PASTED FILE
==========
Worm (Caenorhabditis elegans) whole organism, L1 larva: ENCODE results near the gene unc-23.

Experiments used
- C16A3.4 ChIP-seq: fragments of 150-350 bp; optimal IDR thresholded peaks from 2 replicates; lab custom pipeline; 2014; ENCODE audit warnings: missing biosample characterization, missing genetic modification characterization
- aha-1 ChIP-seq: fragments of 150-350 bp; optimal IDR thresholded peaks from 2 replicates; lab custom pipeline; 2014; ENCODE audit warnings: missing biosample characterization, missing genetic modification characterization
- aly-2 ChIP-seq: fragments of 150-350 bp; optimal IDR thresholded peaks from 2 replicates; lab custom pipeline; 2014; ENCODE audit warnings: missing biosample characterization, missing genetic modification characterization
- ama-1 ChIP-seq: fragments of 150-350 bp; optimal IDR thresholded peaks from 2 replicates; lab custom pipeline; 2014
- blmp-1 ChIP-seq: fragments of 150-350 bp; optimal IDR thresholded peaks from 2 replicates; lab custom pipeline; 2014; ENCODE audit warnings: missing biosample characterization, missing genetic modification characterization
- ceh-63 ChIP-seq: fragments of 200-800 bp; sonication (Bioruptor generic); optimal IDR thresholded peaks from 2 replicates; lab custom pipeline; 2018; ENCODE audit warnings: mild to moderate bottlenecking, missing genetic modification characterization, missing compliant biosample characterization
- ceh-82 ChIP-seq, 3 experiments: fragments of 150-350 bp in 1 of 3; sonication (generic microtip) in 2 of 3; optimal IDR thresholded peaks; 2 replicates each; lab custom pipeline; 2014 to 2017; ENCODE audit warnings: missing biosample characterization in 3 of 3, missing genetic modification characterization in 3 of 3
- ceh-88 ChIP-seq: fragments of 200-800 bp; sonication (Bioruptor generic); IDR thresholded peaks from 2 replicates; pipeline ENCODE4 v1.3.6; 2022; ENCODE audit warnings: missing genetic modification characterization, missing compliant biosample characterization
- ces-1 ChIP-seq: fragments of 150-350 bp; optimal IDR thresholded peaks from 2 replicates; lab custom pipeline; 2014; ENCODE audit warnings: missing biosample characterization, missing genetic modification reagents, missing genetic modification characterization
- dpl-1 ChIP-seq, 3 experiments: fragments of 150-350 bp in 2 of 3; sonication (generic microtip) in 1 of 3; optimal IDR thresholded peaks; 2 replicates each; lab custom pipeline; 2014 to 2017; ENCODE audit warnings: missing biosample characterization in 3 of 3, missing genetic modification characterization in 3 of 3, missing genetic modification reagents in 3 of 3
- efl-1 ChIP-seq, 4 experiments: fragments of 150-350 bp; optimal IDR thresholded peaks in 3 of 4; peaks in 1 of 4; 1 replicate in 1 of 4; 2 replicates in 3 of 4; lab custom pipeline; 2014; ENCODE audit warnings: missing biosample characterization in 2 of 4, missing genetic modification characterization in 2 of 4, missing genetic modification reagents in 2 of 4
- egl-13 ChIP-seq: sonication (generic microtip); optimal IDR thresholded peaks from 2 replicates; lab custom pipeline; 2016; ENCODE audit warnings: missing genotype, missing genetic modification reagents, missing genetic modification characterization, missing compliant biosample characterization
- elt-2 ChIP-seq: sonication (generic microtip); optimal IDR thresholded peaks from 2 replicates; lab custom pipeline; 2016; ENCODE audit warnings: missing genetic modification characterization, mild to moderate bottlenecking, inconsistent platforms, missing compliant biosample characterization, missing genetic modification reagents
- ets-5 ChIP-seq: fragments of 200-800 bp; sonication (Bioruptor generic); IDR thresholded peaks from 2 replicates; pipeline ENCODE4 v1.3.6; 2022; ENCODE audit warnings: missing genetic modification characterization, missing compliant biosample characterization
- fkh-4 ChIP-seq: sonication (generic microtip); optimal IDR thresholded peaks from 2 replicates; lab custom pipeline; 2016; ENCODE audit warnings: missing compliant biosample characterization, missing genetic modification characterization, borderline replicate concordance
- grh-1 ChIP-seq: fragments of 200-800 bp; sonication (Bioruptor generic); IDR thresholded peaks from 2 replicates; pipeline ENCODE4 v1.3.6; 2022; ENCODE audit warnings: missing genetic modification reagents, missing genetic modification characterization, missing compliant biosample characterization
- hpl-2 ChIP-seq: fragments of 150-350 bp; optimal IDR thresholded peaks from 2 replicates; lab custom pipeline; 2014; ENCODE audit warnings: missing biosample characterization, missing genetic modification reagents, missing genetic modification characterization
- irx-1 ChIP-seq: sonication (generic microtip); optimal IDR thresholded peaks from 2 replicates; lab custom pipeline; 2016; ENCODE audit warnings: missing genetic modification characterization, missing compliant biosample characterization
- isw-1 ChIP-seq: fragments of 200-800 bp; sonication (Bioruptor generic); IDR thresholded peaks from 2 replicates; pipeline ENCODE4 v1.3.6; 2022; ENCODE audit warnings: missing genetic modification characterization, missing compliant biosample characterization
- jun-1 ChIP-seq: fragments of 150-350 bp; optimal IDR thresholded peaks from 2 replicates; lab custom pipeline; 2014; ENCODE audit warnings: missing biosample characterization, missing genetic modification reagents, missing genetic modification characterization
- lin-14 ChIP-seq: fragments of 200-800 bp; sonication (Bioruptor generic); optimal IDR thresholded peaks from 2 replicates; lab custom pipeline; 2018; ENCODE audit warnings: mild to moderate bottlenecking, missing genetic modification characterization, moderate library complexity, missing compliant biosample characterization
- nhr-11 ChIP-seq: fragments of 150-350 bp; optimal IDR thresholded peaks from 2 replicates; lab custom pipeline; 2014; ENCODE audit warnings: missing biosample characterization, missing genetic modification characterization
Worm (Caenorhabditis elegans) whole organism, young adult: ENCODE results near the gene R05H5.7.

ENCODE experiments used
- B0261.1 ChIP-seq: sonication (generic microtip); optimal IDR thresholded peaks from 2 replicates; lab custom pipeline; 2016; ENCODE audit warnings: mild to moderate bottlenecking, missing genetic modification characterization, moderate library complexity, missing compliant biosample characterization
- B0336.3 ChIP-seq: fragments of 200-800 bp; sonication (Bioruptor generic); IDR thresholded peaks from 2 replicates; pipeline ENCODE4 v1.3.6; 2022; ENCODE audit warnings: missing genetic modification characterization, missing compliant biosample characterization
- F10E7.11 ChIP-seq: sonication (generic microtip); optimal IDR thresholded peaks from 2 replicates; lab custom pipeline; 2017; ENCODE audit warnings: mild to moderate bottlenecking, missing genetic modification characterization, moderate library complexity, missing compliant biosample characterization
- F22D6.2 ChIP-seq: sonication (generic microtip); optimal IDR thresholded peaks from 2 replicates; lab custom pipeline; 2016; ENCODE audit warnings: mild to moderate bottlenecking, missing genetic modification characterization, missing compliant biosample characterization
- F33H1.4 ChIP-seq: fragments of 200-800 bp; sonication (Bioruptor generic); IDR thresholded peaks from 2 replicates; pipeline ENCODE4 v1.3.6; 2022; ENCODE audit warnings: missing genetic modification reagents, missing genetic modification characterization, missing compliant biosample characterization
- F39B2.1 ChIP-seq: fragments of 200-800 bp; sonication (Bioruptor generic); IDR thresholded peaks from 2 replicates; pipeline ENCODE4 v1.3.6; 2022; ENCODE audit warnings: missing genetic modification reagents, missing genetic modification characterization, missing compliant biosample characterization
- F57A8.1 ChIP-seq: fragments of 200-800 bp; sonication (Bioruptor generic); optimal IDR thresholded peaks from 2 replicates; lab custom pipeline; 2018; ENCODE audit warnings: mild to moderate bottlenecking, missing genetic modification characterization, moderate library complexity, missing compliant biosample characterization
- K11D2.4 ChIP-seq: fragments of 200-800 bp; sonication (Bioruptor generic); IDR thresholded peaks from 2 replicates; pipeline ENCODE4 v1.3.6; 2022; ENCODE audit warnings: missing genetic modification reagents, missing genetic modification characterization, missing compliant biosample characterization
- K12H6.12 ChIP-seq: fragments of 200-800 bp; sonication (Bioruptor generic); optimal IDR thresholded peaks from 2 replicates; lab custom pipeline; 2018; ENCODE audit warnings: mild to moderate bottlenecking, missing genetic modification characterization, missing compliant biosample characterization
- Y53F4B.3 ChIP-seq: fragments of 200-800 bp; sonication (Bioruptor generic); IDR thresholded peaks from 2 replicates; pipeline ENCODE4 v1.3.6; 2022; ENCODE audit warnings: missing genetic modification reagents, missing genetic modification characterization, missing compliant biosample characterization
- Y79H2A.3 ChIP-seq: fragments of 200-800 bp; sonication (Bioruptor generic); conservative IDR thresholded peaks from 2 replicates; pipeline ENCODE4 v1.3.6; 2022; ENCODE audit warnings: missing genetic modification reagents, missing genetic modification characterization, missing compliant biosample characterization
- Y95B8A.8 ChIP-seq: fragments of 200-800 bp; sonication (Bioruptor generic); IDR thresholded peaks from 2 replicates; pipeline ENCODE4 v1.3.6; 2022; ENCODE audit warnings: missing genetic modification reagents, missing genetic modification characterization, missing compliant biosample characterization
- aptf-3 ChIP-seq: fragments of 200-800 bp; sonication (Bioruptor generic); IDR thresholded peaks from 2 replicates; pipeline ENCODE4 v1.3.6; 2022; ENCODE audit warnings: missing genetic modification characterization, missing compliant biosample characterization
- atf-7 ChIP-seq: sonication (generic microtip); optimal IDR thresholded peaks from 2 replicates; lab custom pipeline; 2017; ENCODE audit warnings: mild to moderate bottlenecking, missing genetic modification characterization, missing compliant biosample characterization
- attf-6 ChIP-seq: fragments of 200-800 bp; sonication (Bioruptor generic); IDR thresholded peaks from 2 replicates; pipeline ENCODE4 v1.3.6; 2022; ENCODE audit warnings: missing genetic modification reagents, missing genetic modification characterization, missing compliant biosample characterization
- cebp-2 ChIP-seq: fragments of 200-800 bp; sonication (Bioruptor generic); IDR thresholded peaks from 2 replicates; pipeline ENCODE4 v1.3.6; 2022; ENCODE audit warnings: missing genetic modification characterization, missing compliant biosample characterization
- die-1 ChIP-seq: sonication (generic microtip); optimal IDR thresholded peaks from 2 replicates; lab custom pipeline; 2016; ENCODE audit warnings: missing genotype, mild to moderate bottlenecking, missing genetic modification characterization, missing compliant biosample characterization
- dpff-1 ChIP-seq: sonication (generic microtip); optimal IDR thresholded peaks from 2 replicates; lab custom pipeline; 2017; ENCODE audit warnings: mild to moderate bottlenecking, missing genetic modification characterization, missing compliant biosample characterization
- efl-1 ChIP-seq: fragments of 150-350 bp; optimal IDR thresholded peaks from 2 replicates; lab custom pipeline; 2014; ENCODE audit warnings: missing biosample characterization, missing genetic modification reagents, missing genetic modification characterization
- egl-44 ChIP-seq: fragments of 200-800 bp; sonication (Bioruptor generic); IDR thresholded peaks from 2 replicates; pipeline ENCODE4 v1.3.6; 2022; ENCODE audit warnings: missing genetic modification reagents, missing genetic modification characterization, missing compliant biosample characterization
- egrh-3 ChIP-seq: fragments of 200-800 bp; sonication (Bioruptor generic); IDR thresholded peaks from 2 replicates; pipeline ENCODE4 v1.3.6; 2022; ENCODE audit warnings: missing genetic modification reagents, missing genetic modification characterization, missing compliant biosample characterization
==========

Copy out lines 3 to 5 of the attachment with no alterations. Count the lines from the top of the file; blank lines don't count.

- C16A3.4 ChIP-seq: fragments of 150-350 bp; optimal IDR thresholded peaks from 2 replicates; lab custom pipeline; 2014; ENCODE audit warnings: missing biosample characterization, missing genetic modification characterization
- aha-1 ChIP-seq: fragments of 150-350 bp; optimal IDR thresholded peaks from 2 replicates; lab custom pipeline; 2014; ENCODE audit warnings: missing biosample characterization, missing genetic modification characterization
- aly-2 ChIP-seq: fragments of 150-350 bp; optimal IDR thresholded peaks from 2 replicates; lab custom pipeline; 2014; ENCODE audit warnings: missing biosample characterization, missing genetic modification characterization